but differ in their effectiveness. The displacement of a strongly
active ion by a less active one results in a decrease of enzyme
activity. Moreover, the relative activating power of different ions
is not fixed but varies with the substrate employed, (with Germaine
Cohen- Bazire 1951 :49).
Then Melvin Cohn & A. M. Torriani started the immunochemical
study of (3-galactosidase and of related proteins. The preparation
of a specific antiserum made it possible to estimate the enzyme as
an antigen and thus to attack the kinetics of enzyme formation. The
experiments suggested that, in the presence of the inducer, a total
biosynthesis from aminoacids took place (with A. M. Pappenheimer
& G. Cohen-Bazire 1952 : 57). Later on, with David Hogness
& Melvin Cohn (1955 : 65) it was proved that the enzyme is
formed from aminoacids synthesized after the addition of the
inducer. Moreover, the molecule of (3-galactosidase is fully stable
in vivo, as are, under normal conditions of growth, the other
protein molecules of the bacterium. The romantic dogma of the
dynamic state of living matter was seriously shaken. Fierce
counter-attacks were launched, but they were unsuccessful and the
dead god went down to the grave.
Thus the induced production of an enzyme was the total
biosynthesis of a protein from newly formed aminoacids. Therefore
the increase of enzymatic activity during induction was a true
measure of the synthesis of the specific protein.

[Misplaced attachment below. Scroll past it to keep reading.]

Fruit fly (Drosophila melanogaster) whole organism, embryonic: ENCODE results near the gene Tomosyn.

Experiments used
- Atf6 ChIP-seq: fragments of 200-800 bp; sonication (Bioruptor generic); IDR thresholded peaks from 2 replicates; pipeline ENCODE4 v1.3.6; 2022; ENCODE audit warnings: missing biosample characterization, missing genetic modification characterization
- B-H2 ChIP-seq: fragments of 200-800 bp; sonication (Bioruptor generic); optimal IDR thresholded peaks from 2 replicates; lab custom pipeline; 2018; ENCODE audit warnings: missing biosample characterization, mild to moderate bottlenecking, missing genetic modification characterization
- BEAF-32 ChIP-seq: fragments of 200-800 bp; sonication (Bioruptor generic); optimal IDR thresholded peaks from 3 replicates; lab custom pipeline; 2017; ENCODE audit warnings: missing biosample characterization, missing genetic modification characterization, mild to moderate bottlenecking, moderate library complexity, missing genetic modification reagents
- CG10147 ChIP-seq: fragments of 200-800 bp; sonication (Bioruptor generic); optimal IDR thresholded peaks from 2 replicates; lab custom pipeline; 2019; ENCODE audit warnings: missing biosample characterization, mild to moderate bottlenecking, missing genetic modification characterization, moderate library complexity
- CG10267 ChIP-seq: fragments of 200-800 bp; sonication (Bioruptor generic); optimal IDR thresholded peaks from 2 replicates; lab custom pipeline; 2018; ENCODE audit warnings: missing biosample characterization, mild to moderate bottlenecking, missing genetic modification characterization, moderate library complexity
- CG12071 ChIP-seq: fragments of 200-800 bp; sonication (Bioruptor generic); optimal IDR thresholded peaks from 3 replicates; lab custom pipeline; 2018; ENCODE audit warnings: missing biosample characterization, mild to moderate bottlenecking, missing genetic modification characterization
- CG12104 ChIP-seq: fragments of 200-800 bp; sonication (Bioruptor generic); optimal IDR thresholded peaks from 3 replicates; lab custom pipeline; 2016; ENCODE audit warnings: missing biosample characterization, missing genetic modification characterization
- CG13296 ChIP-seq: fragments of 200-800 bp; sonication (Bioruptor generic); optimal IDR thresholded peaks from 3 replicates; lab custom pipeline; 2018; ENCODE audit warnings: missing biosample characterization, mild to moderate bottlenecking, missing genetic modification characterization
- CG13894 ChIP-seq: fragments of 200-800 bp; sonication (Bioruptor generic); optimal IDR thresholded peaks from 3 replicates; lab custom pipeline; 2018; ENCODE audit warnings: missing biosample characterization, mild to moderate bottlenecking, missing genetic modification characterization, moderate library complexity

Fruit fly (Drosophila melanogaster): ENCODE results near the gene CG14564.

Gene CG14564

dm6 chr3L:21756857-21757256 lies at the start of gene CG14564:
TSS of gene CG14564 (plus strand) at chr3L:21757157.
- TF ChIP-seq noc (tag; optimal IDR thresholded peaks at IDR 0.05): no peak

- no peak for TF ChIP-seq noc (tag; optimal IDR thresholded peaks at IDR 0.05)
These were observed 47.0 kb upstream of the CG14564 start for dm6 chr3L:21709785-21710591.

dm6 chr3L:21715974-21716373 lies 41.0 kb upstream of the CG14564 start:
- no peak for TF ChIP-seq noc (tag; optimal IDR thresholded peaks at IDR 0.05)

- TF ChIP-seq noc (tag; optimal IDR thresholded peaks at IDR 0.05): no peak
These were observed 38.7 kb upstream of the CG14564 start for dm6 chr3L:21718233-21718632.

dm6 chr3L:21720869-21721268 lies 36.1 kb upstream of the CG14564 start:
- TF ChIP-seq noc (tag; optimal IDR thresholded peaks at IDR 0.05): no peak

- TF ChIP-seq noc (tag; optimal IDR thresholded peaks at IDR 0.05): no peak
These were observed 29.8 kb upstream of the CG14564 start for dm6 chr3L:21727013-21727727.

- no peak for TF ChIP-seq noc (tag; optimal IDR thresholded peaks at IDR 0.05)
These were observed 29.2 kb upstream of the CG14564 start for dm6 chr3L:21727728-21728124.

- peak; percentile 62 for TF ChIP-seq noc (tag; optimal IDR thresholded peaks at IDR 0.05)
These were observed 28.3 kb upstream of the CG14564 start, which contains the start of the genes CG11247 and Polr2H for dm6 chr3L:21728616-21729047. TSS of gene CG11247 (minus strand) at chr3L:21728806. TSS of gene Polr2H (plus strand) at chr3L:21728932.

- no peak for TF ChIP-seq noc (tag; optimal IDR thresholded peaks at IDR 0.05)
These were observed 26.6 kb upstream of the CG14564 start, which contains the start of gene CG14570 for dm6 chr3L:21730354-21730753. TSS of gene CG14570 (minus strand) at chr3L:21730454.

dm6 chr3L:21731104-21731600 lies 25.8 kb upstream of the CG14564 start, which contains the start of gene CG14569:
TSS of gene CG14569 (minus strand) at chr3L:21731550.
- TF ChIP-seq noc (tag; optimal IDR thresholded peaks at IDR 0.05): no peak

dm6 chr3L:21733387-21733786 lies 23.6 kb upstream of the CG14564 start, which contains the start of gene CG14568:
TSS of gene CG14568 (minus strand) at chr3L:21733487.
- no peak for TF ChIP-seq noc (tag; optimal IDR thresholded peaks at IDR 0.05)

Jacques Lucien Monod 391
Inducers, and inhibitorsUntil 1952, only the substrates of
enzymes were known as to serve as inducers
of those enzymes. Three theories had been proposed to account
for the inducing activity of the substrates: (a) the synthesis of
an enzyme is determined by its activity; (b) the synthesis of an
enzyme is limited by a dynamic equilibrium controlled by the
specific substrateinducer complex (whatever this could mean); (c)
the substrateinducer complex plays an organizing role by
on November 2,
392 Biographical Memoirs
combining with the precursor of the enzyme. These were purely
hypothetical and rather metaphysical notions.
A systematic study of many galactosides was undertaken by
Jacques Monod, Germaine Cohen-Bazire & Melvin Cohn (1951 : 51)
and continued with Melvin Cohn (1952: 55).
A number of unexpectedat the time strangedata emerged from these
(a) Some substrates are inducers.(b) Some substrates are devoid
of inducing power.(c) Some galactosides devoid of any affinity for
the enzyme are powerful
inducers.(d) Some galactosides exhibiting a high affinity for
the enzyme are not
hydrolysed.(e) Some compounds are substrates and
anti-inducers.(f) Some inducing compounds are not attacked by the
enzyme and inhibit
competitively its activity.It turned out that only
(3-galactosides are substrates, whereas the inducing
activity is associated with the presence of an intact
galactoside residue either in ocor in (3 linkage.
The interpretation of these data was complicated by the fact
that the inducing activity of some substances could be modified by
mutations of the bacterium, and also that permeability effects
might be involved. Whatever the case, these observations led to the
conclusion that the activity of the inducer could not be due to a
reaction with the enzyme, but rather to a catalytic effect on the
enzymeforming system. The new data concerning induction were
analysed in connection with those relative to repressors.
Negative control of anabolic pathways: repressionVogel &
Davis had shown that in E. coli strains which require arginine
acetylornithine, acetylornithase was produced in the presence of
acetylornithine but not in the presence of arginine. They had
concluded that synthesis of the enzyme was induced by its